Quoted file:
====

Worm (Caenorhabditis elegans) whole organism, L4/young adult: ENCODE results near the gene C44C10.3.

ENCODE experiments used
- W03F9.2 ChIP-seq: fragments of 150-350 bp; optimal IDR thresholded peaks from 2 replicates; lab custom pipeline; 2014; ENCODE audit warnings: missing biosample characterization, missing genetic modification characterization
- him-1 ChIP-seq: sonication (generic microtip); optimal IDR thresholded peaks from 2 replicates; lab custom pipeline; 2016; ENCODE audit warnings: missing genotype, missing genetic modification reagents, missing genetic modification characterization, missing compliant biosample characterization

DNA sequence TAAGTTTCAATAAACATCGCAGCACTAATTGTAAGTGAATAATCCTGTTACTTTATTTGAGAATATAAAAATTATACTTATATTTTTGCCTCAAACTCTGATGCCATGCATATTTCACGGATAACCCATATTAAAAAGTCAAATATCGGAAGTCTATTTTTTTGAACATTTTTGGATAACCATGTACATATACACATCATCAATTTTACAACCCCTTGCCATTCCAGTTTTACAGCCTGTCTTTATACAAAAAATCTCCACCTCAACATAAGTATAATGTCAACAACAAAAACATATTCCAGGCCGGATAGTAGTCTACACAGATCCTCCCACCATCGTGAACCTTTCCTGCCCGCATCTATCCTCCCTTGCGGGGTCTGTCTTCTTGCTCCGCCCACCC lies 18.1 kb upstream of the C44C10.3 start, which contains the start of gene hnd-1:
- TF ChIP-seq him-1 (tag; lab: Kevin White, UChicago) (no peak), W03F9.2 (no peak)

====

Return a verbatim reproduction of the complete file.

Worm (Caenorhabditis elegans) whole organism, L4/young adult: ENCODE results near the gene C44C10.3.

ENCODE experiments used
- W03F9.2 ChIP-seq: fragments of 150-350 bp; optimal IDR thresholded peaks from 2 replicates; lab custom pipeline; 2014; ENCODE audit warnings: missing biosample characterization, missing genetic modification characterization
- him-1 ChIP-seq: sonication (generic microtip); optimal IDR thresholded peaks from 2 replicates; lab custom pipeline; 2016; ENCODE audit warnings: missing genotype, missing genetic modification reagents, missing genetic modification characterization, missing compliant biosample characterization

DNA sequence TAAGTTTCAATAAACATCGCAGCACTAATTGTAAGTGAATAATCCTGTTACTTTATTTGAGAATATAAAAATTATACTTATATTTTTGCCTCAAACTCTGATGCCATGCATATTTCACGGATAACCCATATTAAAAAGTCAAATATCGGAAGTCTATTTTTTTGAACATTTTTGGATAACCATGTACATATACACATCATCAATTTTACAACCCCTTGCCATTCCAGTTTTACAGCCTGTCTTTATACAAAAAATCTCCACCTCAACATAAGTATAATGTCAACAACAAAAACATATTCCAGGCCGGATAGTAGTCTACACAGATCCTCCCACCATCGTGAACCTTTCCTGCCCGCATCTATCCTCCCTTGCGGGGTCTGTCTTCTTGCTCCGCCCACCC lies 18.1 kb upstream of the C44C10.3 start, which contains the start of gene hnd-1:
- TF ChIP-seq him-1 (tag; lab: Kevin White, UChicago) (no peak), W03F9.2 (no peak)